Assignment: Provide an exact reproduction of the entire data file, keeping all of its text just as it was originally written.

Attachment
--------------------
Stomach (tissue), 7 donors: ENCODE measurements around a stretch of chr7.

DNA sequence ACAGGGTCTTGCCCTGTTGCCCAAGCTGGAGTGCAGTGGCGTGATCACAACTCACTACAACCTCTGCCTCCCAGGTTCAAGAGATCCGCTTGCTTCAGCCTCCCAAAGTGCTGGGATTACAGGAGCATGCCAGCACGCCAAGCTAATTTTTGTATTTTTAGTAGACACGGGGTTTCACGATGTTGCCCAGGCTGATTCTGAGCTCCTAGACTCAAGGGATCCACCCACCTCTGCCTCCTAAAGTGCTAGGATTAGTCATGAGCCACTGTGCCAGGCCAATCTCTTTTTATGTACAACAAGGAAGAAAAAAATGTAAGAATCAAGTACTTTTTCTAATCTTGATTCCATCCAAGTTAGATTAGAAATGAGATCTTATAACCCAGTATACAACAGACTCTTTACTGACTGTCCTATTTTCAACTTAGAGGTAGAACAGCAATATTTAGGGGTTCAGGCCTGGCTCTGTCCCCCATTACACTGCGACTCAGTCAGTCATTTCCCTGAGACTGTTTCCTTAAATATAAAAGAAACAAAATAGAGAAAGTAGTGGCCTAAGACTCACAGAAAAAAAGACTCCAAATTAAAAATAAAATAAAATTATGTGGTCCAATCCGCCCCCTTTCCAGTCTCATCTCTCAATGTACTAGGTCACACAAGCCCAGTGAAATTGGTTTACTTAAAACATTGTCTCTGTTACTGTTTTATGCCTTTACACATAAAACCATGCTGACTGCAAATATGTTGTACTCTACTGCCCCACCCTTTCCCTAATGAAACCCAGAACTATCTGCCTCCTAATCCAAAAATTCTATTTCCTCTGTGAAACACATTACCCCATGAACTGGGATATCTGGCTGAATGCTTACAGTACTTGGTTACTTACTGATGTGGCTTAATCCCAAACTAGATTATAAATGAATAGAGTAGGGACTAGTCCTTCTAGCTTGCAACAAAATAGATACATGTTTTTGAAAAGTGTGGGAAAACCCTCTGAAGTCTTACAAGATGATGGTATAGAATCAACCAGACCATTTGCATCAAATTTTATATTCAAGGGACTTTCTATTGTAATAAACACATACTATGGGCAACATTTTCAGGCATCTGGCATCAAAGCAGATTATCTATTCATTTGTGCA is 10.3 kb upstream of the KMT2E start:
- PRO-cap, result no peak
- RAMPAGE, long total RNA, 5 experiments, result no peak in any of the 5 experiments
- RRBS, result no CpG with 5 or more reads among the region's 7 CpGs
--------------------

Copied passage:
Stomach (tissue), 7 donors: ENCODE measurements around a stretch of chr7.

DNA sequence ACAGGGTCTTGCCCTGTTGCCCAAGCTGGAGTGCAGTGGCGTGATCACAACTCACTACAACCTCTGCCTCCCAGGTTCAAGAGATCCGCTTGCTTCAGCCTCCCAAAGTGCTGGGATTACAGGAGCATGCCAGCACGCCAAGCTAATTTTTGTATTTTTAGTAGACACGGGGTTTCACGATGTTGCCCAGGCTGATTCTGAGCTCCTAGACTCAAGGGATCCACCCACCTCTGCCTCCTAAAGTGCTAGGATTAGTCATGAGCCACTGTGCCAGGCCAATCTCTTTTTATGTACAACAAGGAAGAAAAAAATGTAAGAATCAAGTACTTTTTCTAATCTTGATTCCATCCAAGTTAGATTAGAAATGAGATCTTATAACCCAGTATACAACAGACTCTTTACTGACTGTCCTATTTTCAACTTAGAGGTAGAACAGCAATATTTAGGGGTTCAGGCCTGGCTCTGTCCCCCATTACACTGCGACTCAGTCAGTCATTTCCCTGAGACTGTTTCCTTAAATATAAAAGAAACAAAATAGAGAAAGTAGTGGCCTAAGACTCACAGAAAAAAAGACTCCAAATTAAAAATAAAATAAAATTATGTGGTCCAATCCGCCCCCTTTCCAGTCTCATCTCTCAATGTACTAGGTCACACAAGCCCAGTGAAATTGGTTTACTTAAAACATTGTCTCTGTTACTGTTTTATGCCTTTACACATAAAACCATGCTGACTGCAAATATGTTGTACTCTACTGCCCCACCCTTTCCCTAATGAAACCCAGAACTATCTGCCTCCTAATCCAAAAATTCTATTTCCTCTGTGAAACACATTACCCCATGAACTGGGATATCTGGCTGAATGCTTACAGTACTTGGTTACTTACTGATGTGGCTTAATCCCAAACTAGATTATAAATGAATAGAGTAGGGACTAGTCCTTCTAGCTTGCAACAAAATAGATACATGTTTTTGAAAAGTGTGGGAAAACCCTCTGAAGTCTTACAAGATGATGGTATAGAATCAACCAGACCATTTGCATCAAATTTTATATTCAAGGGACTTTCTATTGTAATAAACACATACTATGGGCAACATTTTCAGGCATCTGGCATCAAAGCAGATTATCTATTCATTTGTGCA is 10.3 kb upstream of the KMT2E start:
- PRO-cap, result no peak
- RAMPAGE, long total RNA, 5 experiments, result no peak in any of the 5 experiments
- RRBS, result no CpG with 5 or more reads among the region's 7 CpGs